Alleged mob connection kills new Illinois harness track

Alleged mob connection kills new Illinois harness track

October 18, 2019

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Rick Heidner, the man that proposed building a racino in the Chicago suburb of Tinley Park, said, “I have no relationship with the Mafia at all.”

by Neil Milbert

It seemed too good to be true…and it was.

Three weeks after approving the application for a 12-night inaugural meeting in December, 2020 for a harness track/casino to be built in the far south Chicago suburb of Tinley Park the Illinois Racing Board was forced to rescind and amend the dates order on Oct. 15.

As a consequence of the decision that arose after a letter from Governor J.B. Pritzger’s office informed the village that the state-owned land on which the racino was to be built is no longer for sale, Illinois harness horsemen remain in the same dire situation they’ve been in since the bankrupt sister harness tracks Balmoral Park and Maywood Park were shut down in 2015.

Hawthorne Race Course is the state’s only standardbred venue and the harness horses have to time-share with the thoroughbreds.

The action by the governor’s office came after Chicago Tribune stories over the weekend detailed the longstanding business relationships of would-be Tinley Park racino owner/operator Rick Heidner, with Parkway Bank chairman Rocco Suspenzi, who allegedly also has dealings with Mafia members.

Heidner is a real estate developer and a video gambling entrepreneur. His Gold Rush Gaming is the state’s third largest video gambling operator with more than 500 slot machines in bars and restaurants.

Tinley Park had intended to buy the state-owned land that was the site of the shuttered Tinley Park Mental Health Center from the state and resell it to Heidner’s Playing in the Park LLC.

Hawthorne Race Course president Tim Carey was partnering with Heidner in the venture.

Carey remains committed to putting a new harness track on the Illinois racing map.

“The legislature included the opportunity to develop a new racino as part of Illinois’ gaming expansion because such a facility is vital to the survival of the racing industry and the thousands of jobs that it supports,” he said.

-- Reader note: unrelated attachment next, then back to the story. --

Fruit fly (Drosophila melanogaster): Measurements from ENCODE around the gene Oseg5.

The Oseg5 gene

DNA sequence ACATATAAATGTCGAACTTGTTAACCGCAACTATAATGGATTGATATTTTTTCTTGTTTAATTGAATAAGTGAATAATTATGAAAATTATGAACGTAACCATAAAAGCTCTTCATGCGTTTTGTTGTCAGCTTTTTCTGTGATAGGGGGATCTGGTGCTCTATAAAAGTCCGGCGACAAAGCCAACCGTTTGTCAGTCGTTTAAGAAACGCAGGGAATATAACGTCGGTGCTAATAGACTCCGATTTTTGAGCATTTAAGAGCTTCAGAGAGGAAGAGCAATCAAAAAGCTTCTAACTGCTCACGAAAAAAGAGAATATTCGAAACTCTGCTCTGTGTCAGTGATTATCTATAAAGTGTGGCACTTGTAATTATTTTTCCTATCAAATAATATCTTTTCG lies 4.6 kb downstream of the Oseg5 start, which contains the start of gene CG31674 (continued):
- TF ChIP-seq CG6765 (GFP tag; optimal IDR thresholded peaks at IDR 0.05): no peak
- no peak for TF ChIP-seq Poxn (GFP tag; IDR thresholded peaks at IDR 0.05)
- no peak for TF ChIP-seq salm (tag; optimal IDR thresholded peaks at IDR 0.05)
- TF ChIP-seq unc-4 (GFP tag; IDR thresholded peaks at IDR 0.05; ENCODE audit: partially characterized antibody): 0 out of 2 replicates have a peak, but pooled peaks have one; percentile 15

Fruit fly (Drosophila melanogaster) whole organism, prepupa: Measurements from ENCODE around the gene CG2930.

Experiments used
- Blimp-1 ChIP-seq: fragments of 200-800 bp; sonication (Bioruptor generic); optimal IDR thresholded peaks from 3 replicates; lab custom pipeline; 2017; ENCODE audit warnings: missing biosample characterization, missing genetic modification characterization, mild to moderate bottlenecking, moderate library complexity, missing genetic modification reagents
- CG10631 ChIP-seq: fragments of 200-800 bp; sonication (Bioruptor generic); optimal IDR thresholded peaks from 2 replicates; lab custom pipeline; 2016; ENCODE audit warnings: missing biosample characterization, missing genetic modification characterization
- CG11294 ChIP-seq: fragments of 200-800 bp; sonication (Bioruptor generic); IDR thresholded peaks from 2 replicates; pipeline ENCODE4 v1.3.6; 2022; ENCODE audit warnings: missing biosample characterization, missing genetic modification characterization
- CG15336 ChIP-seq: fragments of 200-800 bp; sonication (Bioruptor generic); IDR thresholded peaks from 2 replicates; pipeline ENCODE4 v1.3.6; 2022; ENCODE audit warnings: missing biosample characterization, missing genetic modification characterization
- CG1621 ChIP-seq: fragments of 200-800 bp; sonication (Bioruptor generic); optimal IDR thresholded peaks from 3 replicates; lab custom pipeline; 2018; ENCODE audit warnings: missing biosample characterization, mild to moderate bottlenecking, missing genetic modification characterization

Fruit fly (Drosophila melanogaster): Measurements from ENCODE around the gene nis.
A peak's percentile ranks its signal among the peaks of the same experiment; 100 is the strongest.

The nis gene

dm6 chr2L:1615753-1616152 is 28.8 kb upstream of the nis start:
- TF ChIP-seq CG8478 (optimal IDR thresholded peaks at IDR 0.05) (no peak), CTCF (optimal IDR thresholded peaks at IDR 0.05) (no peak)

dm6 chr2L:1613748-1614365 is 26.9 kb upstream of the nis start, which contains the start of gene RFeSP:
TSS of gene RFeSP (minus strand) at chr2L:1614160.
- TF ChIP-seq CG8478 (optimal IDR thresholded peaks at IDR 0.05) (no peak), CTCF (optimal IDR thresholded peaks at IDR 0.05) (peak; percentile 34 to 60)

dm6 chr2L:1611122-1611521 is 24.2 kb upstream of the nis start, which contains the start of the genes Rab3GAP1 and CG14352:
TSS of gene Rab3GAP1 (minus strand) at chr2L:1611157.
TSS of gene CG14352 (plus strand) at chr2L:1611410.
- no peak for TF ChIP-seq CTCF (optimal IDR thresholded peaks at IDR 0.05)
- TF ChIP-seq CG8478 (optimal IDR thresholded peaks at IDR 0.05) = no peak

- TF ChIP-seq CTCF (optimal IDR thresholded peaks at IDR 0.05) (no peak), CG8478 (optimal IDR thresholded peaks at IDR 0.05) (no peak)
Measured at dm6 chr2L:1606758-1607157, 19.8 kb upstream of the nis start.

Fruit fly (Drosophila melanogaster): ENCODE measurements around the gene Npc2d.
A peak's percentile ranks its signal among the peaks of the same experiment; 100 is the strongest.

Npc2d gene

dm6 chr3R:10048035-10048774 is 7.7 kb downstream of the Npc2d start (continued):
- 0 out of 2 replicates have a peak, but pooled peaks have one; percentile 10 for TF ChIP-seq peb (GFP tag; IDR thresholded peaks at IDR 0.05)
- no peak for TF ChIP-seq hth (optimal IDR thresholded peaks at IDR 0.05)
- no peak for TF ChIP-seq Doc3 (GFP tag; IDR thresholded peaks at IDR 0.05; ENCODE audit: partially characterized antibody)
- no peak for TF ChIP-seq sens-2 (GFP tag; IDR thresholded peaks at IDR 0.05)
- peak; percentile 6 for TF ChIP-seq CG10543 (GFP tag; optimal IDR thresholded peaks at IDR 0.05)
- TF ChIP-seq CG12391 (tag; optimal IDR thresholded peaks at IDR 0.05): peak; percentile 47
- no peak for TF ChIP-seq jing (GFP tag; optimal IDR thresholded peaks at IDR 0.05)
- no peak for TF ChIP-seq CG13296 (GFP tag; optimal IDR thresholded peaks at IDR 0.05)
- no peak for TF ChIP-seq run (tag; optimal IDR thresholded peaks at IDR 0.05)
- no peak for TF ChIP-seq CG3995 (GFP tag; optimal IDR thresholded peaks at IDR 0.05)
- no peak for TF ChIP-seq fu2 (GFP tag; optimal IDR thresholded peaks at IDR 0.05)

“We are going to work with all industry stakeholders, elected officials and regulators to determine new options to bring this to fruition.”

The relationship of Heidner and Suspenzi and Heidner’s relationship with Dominic Buttitta, who in 2012 pleaded guilty to sports bookmaking and tax evasion, came to light following weekend FBI raids of the home and office of state Senator Martin Sandoval and the offices of two suburban mayors, Christopher Getty of Lyons and Jeffrey Tobolski of McCook (who also is a Cook County commissioner).

According to Chicago Sun-Times’ sources, “many of the same names surface in the paperwork resulting from each of the searches,” including that of Heidner.

The Tribune reported that Heidner and Suspenzi have borrowed millions of dollars from Suspenzi’s bank in deals for convenience stores and gas stations in several states.

However, the 59-year-old Heidner hasn’t been charged with any offenses and since 2012 his Gold Rush Gaming license applications have repeatedly been approved by the Illinois Gaming Board.

“My (original) video gaming license was approved after a 24-month intensive investigation,” he told the Racing Board on Oct. 15. “All my business relationships were disclosed to investigators, and the relationships in question were explicitly discussed with agents and investigators (from the Illinois Gaming Board). As these business relationships were ongoing they had been disclosed and further discussed at each annual review of my licenses over the last seven years.

“I have no relationship with the Mafia at all.

“My intentions were always good. My name has always been good. Fifty-nine years — all I have done for 45 at least is help everyone I can and do everything I can to be a good man. It’s heartbreaking for me to be attacked like this. People around me are in pain.”

Illinois harness horsemen feel the pain.